I didn't read the article either but I agree with a lot of the comments. Sure, I want my kids to be kids, play with toys, ride bikes, etc, but they are also expected to pitch in. That's one of the reasons we don't do a chore list. They shouldn't need a chore list. I fully expect them to pitch in when I ask and even when I don't. I ask and they do it, usually pretty willingly. The other day my oldest went out to play and noticed that the garbage can was knocked over, spilling garbage everywhere. Now, many typical kids nowadays would have done one of two things. A: tell mom/dad so that they could clean it up, B: ignore the mess and pretend they didn't see it and act surprised when mom/dad goes outside later and finds it. Instead, my eleven year old picked up the garbage can, grabbed a shovel, and cleaned it up. That's because I expect it of them. I expect them to pitch in and make this household a fully functioning one. I think part of the reason they are so good at helping is because they were home and watching their stepdad die. They had no choice sometimes. If I was busy with him and they wanted cereal, they either got it themselves or starved. I am happy to say that when they grow up and move out, they should have no problems whatsover being self sufficient.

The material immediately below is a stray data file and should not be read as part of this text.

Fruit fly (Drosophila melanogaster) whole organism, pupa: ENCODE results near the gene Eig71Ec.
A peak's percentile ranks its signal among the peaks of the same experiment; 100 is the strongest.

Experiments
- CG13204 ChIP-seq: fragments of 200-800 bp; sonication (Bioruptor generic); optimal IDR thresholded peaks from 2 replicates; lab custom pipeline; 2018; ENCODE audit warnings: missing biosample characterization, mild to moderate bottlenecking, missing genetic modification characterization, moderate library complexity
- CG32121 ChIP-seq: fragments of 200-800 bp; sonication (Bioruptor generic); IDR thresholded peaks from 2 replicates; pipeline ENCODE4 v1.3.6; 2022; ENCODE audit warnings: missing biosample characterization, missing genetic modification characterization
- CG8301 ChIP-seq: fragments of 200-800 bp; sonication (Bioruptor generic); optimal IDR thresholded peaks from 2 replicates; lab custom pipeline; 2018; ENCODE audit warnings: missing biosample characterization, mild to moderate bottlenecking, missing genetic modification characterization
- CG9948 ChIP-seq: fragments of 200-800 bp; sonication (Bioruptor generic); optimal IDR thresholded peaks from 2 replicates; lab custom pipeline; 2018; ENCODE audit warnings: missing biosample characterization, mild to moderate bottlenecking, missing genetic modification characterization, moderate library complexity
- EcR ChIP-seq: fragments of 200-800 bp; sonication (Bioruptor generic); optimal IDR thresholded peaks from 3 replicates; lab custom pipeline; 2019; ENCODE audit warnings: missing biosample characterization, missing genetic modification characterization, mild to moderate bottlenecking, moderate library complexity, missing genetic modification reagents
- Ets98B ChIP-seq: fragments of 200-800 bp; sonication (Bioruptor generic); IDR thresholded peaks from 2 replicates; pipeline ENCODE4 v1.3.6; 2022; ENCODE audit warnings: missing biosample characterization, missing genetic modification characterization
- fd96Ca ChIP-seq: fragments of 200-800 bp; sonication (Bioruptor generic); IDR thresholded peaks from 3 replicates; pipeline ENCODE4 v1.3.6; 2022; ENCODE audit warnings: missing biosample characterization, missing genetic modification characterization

__________________
Tanya mama to three wonderful girls
DalesWidda is offline   Reply With Quote
Old 06-28-2012, 07:02 AM   #29
syfitz's Avatar
syfitz
Registered Users
seller
seller
 
Join Date: Mar 2007
Posts: 7,729
My Mood:
Re: Really Interesting Article

Quote:
Originally Posted by EmilytheStrange View Post
I understand that society changes and evolves, but these changes impact things. Everything is interconnected.

I don't think the point is that we need to give our 5yr olds a machete to cut the grass, but it's that we would never ever even think about giving a 5yr old a machete to probably even hold.

IMHO, as I said before, it's about expectations. It's not about whether or not children should be milking cows before school, sewing clothes, etc. It's about whether you would trust your child to do any of those things.